Over the course of a month, you diagnose systemic sclerosis in two newly evaluated patients. Their responses to the news could not be more different.
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Explore This IssueJanuary 2016
Patient 1 is a previously healthy 55-year-old man who is an avid bicyclist and skier. He presents with a several-month history of rapidly progressive skin tightening extending to the proximal bilateral arms and legs, recent onset of shortness of breath and Raynaud’s phenomenon. You promptly confirm the diagnosis based on his clinical picture, as well as a positive ANA and antibodies to RNA polymerase-3.
Patient 2 is a 50-year-old college professor with a past history of anxiety, Raynaud’s phenomenon and skin thickening. Her ANA and anti-polymerase-3 antibody are also positive. Her primary care physician recently noted an elevation in her blood pressure on a single reading. When repeated in your office, her blood pressure is normal and unchanged from her baseline readings.
With each patient, you discuss the diagnosis of diffuse systemic sclerosis, its clinical features, the need for close monitoring, potential complications and therapeutic options at present. You also discuss the prognosis over the next few months and years.
What is striking is the vast variation in each patient’s response to the diagnosis: Patient 1 is calm and asks appropriate questions, which he asks rather matter of factly. “I hope I can ski better this season,” is his final remark. You wonder to yourself, “Did he grasp the gravity of the situation? Did he even hear me?”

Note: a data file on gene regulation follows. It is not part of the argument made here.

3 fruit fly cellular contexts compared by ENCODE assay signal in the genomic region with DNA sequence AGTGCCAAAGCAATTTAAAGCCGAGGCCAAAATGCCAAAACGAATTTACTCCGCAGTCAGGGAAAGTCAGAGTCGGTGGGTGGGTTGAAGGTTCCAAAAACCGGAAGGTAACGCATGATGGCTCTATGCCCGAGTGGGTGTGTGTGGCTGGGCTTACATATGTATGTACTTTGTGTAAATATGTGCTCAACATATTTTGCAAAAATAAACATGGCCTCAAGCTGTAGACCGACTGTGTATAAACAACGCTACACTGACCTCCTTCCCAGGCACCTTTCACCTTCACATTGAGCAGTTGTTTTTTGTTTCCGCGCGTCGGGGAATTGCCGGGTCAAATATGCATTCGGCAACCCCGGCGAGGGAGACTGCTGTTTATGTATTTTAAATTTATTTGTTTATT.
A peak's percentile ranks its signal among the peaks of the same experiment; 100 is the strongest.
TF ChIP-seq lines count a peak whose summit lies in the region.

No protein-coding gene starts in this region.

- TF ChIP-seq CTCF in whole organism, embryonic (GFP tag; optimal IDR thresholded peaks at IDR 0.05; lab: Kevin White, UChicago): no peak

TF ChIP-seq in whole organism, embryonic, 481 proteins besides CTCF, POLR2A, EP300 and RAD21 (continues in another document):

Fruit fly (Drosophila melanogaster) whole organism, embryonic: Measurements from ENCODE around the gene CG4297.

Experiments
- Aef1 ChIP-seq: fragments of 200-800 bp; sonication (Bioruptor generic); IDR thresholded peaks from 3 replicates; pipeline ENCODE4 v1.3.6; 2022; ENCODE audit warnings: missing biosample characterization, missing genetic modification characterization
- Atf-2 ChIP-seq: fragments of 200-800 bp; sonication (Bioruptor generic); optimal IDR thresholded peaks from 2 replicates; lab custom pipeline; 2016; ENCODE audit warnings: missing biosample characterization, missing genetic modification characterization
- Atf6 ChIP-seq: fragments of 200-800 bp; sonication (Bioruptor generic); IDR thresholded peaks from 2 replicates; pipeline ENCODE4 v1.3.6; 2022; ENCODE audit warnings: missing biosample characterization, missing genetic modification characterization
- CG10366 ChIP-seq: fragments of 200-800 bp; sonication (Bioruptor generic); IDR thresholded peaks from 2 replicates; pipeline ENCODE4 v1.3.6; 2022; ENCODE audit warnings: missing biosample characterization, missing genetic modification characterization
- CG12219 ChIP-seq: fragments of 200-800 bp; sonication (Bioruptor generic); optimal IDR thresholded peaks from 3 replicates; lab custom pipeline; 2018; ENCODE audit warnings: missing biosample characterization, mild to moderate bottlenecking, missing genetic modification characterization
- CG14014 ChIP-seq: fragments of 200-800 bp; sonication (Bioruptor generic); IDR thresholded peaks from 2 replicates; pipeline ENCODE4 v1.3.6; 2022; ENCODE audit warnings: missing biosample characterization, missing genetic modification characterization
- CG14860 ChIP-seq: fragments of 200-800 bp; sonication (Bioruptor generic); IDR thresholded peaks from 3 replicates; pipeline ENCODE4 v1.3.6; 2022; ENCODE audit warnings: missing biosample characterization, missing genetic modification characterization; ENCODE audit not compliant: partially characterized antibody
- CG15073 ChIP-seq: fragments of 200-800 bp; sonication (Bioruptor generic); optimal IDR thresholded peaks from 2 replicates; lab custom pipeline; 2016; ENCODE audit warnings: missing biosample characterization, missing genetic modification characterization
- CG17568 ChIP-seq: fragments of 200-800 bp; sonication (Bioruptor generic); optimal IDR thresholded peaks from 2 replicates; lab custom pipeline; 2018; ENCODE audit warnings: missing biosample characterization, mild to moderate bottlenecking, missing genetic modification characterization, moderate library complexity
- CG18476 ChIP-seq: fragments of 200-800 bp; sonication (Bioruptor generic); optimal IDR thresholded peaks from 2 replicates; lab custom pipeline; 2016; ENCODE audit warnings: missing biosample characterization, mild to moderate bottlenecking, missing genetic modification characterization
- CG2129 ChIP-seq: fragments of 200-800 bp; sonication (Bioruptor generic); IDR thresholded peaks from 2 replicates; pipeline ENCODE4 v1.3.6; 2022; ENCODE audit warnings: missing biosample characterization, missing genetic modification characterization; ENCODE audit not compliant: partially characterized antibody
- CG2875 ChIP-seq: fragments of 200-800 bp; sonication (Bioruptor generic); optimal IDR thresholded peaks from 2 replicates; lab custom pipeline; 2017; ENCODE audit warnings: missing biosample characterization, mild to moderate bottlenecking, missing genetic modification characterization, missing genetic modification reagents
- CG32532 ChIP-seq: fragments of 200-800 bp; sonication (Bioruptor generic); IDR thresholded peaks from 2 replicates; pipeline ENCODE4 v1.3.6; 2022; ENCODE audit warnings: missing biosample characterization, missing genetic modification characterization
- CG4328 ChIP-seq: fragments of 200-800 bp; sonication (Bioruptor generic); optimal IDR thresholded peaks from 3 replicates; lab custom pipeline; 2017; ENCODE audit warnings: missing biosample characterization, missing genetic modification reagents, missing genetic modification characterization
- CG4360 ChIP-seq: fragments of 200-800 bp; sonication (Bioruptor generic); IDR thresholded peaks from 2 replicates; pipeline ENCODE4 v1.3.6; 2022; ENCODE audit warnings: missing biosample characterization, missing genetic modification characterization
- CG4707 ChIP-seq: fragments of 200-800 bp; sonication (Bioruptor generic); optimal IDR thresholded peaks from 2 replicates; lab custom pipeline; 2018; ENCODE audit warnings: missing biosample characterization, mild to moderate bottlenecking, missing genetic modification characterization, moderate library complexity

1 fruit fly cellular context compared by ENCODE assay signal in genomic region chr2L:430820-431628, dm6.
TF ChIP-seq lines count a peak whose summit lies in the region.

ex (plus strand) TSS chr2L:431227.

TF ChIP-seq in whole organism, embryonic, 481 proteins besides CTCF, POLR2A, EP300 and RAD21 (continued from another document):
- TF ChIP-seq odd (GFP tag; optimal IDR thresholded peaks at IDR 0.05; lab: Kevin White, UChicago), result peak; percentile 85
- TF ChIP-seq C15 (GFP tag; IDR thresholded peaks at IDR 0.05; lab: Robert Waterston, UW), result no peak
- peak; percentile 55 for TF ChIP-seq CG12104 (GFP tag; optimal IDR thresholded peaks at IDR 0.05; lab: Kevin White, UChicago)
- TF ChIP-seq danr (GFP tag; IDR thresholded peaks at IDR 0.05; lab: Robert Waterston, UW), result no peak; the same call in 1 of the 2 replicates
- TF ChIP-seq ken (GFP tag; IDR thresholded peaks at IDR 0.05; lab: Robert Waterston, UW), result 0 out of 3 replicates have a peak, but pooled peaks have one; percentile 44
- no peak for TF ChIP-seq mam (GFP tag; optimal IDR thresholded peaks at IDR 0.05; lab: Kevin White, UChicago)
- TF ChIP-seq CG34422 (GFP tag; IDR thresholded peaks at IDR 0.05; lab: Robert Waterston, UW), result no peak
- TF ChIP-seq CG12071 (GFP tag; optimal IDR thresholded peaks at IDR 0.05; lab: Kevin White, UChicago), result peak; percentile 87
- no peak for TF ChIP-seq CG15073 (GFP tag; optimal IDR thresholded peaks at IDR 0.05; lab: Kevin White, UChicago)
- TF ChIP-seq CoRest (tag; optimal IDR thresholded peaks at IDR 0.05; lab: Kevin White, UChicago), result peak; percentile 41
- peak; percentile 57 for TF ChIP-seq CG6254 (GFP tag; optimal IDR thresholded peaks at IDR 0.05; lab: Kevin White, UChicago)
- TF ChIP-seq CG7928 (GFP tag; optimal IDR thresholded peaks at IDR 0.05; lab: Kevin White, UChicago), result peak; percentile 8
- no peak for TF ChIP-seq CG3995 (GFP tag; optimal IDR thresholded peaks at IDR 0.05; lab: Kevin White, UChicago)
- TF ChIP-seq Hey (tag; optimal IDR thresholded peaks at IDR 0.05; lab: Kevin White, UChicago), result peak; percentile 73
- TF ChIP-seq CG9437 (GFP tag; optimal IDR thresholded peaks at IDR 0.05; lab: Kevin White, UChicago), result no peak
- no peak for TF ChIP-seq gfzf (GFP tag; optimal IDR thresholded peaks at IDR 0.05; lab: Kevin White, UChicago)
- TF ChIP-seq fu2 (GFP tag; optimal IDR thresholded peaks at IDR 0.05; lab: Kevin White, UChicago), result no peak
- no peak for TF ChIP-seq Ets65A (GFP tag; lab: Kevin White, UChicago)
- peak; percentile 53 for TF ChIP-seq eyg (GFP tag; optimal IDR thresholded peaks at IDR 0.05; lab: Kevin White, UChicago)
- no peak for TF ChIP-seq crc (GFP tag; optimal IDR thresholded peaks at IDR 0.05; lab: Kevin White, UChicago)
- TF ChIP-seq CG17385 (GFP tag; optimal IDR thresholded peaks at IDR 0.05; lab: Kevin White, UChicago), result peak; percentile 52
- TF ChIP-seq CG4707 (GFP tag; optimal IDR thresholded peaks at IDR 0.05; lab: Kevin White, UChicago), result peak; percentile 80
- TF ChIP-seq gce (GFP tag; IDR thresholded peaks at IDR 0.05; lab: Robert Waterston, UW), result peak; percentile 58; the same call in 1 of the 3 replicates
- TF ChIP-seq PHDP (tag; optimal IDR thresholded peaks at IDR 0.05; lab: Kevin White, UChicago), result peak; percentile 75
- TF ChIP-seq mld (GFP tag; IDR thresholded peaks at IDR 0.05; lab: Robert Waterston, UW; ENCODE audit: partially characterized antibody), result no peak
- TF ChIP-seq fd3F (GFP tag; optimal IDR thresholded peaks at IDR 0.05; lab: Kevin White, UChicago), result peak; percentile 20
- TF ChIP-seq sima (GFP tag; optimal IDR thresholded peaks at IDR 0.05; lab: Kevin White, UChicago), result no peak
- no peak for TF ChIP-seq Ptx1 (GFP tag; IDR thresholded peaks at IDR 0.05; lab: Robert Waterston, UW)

Patient 2, meanwhile, was initially anxious and tearful and then crying inconsolably as she had suspected the diagnosis and read about it online. At the end of her appointment, she says, “I just wish I had cancer instead—at least people would support and grieve with me.” You wonder if this patient “knows too much for her own good.”
How do you direct the discussion about prognosis in each situation? For the first patient, do you stay the course and run with it, or do you prepare him for a more realistic future at the cost of depriving him of happiness today? For the second patient, do you offer her an empathetic ear and stay the course, or do you urge her to consider a best-case scenario as a possibility?
These are examples of competing priorities that put the rheumatologist in an ethical quandary: the obligation to do what is best for the patient—beneficence—vs. the obligation to respect patient autonomy.1-3